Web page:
Nova Scotia

Driver guilty of killing teens while impaired by drugs

An Antigonish, N.S., man has been found guilty of impaired driving by drugs and causing the death of two teens in what may be the first conviction of its kind in Canada.

Kory Mattie and Nicholas Landry were killed in 2011 in Antigonish County, N.S.

William Lionel Edmund Byron Fogarty did not speak to the media as he left the courthouse. (CBC)

An Antigonish, N.S., man has been found guilty of impaired driving by drugs and causing the death of two teens in what may be the first conviction of its kind in Canada.

William Lionel Edmund Byron Fogarty, 30, was driving a car that collided with another vehicle on Highway 4 in Antigonish County in November 2011. The two teens in the other car, Kory Mattie, 16, and Nicholas (Nico) Landry, 17, died following the crash.

Fogarty was driving a Crown Victoria and the teens were in a Ford Mustang driven by Mattie when the head-on collision occurred on on a clear November afternoon.

Fogarty had methadone, several prescription drugs and Valium in his system when his car crossed the centre line on the two-lane road.

During the trial, two witnesses testified they called the police to report Fogarty's erratic driving just before the crash. Carl Delorey said Fogarty was crossing the centre line and veering onto the shoulder.

Fogarty was found guilty on all charges against him: two counts of dangerous driving causing death and two counts of impaired driving by drugs causing death.

Families relieved

In Antigonish Wednesday, Landry's father, Doug McKenna, said he was happy to hear the verdict after many sleepless nights.

"I'm glad it's over," he said. "The justice system did its job, and I believed in them."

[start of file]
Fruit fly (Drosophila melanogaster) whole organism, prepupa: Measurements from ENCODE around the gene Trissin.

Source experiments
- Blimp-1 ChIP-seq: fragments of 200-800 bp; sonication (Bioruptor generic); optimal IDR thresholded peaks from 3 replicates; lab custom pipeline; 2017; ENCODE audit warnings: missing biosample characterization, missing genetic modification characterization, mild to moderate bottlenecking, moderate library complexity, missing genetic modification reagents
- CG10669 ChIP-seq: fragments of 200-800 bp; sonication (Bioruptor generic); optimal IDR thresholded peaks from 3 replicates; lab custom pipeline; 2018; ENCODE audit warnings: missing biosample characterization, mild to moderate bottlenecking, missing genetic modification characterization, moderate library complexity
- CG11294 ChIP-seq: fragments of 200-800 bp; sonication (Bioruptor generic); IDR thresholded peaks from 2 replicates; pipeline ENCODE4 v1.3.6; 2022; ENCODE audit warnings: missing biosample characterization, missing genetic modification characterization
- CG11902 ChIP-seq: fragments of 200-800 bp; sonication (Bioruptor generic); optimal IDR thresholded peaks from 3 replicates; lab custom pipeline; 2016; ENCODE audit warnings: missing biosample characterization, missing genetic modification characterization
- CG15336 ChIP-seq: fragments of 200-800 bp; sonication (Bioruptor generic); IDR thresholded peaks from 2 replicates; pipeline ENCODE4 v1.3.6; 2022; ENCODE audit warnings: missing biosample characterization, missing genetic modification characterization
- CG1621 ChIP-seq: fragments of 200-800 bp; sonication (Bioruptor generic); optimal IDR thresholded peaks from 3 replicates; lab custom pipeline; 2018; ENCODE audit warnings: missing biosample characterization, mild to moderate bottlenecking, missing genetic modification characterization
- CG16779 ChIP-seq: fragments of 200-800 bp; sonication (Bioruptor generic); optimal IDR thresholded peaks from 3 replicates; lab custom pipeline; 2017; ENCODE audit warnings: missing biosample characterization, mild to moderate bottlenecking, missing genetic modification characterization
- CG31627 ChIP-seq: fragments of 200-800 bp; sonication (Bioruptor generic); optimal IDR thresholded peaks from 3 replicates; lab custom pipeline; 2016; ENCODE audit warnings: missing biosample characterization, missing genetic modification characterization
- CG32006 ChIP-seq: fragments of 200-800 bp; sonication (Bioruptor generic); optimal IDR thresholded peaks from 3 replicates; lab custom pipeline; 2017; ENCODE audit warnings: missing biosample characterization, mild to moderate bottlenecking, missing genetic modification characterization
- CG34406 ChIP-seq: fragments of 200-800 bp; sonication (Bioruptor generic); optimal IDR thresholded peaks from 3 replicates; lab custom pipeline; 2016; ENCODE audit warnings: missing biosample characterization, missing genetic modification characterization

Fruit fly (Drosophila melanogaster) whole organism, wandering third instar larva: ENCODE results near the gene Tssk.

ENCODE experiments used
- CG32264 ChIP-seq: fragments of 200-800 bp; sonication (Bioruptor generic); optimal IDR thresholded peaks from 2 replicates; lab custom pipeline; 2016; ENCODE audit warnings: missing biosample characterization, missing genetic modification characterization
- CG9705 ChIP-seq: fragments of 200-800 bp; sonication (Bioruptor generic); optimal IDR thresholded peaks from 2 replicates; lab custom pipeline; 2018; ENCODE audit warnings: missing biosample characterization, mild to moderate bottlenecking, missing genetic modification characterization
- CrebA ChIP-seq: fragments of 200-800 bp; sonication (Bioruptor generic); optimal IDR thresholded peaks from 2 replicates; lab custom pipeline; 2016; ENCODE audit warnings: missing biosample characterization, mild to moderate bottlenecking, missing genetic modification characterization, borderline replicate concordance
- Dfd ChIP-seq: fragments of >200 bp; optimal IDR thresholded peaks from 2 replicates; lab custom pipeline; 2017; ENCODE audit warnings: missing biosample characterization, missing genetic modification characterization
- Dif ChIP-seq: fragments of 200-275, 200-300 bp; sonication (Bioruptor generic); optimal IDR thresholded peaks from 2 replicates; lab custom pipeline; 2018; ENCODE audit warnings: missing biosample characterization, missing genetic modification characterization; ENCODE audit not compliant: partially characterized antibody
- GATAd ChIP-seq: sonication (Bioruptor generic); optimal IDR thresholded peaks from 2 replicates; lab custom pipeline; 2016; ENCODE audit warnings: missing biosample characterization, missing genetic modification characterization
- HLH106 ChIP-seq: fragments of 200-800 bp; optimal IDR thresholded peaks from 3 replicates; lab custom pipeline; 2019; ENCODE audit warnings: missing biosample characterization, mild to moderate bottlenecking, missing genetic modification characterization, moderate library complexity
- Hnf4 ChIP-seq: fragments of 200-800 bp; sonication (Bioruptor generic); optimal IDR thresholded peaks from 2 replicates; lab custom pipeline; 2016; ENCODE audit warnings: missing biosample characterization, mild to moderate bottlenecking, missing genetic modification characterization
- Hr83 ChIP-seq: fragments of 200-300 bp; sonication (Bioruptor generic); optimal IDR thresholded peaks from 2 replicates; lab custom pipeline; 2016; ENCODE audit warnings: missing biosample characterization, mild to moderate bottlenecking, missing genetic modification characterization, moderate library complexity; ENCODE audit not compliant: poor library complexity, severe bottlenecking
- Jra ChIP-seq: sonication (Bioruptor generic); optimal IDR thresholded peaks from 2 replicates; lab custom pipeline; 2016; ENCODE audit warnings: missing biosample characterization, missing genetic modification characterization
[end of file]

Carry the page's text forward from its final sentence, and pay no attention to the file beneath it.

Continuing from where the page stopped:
McKenna now wears a button with his son's photo on it as a reminder.

"At least the guy was convicted, but it doesn't bring my son back at all."

Landry's mother, Jeannie Landry, was tearful as she expressed relief at hearing the verdict.

"We got what we wanted and he's off the streets," she said of Fogarty. "You try to pick up the pieces and go on, I guess, now. We'll never have the boys back, but at least we know it wasn't their fault. They did the best they could."

September sentencing

Fogarty will be sentenced in September. Both the Crown and defence said they believe he’ll get federal time, which is more than two years in prison.

Crown attorney Darlene Oko said the maximum sentence for impaired driving by drugs causing death is a life sentence.

Oko wouldn't say what the Crown will be asking for.

"We want to digest the decision first and consider it before we put a number on it," she said. "These are very serious offences."

Crown attorney Allen Murray said the case was unique because it covered new sections of the Criminal Code which address being impaired by drugs.

"This is, perhaps, one of the first cases of this nature in the country," he said.

Fogarty offered no comment as he left the courthouse in custody.